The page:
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Last quarter, hackers mainly set their sights on government agencies and the public sector. The number of attacks increased by forty percent from a quarter earlier.

Governments and the public sector are in demand by hackers. BlackBerry’s Quarterly Global Threat Intelligence report sees a 40 percent increase in cyber attacks.

‘Maximum damage from poor security’

The research team sees an explanation in the weaker security that would characterize government agencies and the public sector. “Governments and public services, such as public transportation, schools and nonprofit organizations, are interesting prey for cybercriminals. These criminals usually cause maximum damage because these sectors are often poorly secured,” said Ismael Valenzuela, vice president of Threat Research and Intelligence at BlackBerry.

Last quarter, the pro-Russian hacker group KillNet launched a DDoS attack on the European Investment Bank (EIB) websites. That could be because the target falls into categories proving hugely interesting to hackers. Indeed, most of the attacks targeted financial services and healthcare. The websites of the EIB were inaccessible for several hours as a result, but such an attack does not do more damage.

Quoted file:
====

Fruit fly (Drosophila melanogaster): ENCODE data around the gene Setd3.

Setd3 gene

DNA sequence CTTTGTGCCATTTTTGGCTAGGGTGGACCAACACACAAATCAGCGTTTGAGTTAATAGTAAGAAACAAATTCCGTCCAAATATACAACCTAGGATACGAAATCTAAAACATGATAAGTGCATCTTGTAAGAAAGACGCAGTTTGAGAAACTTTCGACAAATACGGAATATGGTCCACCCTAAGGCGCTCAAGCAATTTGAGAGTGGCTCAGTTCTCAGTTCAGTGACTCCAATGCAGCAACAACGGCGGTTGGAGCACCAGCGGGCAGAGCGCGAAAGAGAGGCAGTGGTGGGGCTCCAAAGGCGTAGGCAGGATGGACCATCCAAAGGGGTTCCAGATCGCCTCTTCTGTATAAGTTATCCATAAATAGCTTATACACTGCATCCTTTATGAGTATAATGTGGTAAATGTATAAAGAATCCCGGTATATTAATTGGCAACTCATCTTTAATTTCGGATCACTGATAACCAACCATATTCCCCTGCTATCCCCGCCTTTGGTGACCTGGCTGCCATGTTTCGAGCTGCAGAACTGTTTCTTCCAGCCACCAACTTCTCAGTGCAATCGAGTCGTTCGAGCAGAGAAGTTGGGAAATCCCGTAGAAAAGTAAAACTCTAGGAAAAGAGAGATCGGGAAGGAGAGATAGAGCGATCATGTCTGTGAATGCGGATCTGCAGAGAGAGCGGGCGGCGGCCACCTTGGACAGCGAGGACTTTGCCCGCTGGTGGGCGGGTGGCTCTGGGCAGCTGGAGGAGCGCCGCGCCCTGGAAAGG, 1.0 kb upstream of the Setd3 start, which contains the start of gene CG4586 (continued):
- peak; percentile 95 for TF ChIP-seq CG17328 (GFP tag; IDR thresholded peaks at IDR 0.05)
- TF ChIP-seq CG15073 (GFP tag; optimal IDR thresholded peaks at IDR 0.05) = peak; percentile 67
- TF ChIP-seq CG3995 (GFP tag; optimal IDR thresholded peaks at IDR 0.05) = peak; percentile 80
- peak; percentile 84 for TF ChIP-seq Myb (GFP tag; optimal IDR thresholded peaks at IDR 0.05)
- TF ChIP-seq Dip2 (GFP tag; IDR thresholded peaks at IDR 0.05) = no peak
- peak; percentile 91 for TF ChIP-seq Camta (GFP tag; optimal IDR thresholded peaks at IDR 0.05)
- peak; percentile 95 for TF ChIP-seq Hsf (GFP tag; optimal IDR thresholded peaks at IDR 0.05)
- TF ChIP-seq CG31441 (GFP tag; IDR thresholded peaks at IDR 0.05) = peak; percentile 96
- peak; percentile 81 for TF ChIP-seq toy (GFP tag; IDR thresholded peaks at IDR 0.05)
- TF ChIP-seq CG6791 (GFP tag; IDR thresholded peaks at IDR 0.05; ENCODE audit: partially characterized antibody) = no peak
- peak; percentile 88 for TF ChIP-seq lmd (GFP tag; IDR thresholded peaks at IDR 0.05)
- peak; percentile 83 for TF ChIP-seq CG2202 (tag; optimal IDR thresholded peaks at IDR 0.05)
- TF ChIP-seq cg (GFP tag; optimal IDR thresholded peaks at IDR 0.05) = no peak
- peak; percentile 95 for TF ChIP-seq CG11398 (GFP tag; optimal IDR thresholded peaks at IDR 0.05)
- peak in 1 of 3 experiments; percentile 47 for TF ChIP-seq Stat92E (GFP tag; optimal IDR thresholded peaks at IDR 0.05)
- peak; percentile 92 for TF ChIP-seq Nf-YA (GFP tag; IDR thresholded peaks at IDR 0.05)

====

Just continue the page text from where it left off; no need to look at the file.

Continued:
Norway suffered more severe consequences from a hack on 12 Norwegian authorities. The breach allowed hackers to potentially access sensitive data. Most blame can be placed on Ivanti, as the hackers gained access through a vulnerability in the company’s Endpoint Manager Mobile solution.

Hackers anticipate new security

Although it must also be said that hackers are always coming up with new ways to circumvent security tools, they anticipate new technologies. The study sees that this time reflected an increase in the number of cyber attacks per minute. Last quarter, 1.7 malware samples per minute were deployed, good for a thirteen percent increase over the quarter-ago average.